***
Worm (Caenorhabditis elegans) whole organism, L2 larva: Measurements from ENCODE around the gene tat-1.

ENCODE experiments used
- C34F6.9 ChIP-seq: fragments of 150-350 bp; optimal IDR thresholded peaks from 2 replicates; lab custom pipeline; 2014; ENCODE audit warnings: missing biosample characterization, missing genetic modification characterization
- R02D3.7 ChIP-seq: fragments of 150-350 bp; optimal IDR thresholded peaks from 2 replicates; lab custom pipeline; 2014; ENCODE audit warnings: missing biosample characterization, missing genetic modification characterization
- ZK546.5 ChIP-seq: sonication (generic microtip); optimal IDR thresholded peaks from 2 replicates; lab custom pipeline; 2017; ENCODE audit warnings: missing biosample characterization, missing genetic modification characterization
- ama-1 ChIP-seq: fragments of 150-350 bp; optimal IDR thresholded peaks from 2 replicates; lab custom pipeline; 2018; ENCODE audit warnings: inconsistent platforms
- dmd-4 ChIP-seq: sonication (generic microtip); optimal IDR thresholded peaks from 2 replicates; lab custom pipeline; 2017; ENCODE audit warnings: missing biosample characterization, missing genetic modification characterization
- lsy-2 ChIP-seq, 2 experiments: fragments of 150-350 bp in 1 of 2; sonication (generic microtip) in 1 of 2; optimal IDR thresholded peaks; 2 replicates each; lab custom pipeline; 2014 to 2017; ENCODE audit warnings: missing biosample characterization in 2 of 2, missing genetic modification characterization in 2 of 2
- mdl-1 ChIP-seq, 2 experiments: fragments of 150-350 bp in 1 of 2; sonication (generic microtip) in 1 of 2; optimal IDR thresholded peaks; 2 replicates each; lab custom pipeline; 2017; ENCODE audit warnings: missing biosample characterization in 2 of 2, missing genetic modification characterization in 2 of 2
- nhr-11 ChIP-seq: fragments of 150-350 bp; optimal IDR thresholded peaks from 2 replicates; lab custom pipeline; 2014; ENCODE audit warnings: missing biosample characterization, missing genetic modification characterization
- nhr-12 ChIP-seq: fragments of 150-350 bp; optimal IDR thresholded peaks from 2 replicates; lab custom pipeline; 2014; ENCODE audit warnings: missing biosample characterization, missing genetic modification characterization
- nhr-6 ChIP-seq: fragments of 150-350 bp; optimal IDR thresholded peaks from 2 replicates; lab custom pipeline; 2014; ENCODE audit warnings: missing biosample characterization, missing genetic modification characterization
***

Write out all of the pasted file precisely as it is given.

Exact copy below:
Worm (Caenorhabditis elegans) whole organism, L2 larva: Measurements from ENCODE around the gene tat-1.

ENCODE experiments used
- C34F6.9 ChIP-seq: fragments of 150-350 bp; optimal IDR thresholded peaks from 2 replicates; lab custom pipeline; 2014; ENCODE audit warnings: missing biosample characterization, missing genetic modification characterization
- R02D3.7 ChIP-seq: fragments of 150-350 bp; optimal IDR thresholded peaks from 2 replicates; lab custom pipeline; 2014; ENCODE audit warnings: missing biosample characterization, missing genetic modification characterization
- ZK546.5 ChIP-seq: sonication (generic microtip); optimal IDR thresholded peaks from 2 replicates; lab custom pipeline; 2017; ENCODE audit warnings: missing biosample characterization, missing genetic modification characterization
- ama-1 ChIP-seq: fragments of 150-350 bp; optimal IDR thresholded peaks from 2 replicates; lab custom pipeline; 2018; ENCODE audit warnings: inconsistent platforms
- dmd-4 ChIP-seq: sonication (generic microtip); optimal IDR thresholded peaks from 2 replicates; lab custom pipeline; 2017; ENCODE audit warnings: missing biosample characterization, missing genetic modification characterization
- lsy-2 ChIP-seq, 2 experiments: fragments of 150-350 bp in 1 of 2; sonication (generic microtip) in 1 of 2; optimal IDR thresholded peaks; 2 replicates each; lab custom pipeline; 2014 to 2017; ENCODE audit warnings: missing biosample characterization in 2 of 2, missing genetic modification characterization in 2 of 2
- mdl-1 ChIP-seq, 2 experiments: fragments of 150-350 bp in 1 of 2; sonication (generic microtip) in 1 of 2; optimal IDR thresholded peaks; 2 replicates each; lab custom pipeline; 2017; ENCODE audit warnings: missing biosample characterization in 2 of 2, missing genetic modification characterization in 2 of 2
- nhr-11 ChIP-seq: fragments of 150-350 bp; optimal IDR thresholded peaks from 2 replicates; lab custom pipeline; 2014; ENCODE audit warnings: missing biosample characterization, missing genetic modification characterization
- nhr-12 ChIP-seq: fragments of 150-350 bp; optimal IDR thresholded peaks from 2 replicates; lab custom pipeline; 2014; ENCODE audit warnings: missing biosample characterization, missing genetic modification characterization
- nhr-6 ChIP-seq: fragments of 150-350 bp; optimal IDR thresholded peaks from 2 replicates; lab custom pipeline; 2014; ENCODE audit warnings: missing biosample characterization, missing genetic modification characterization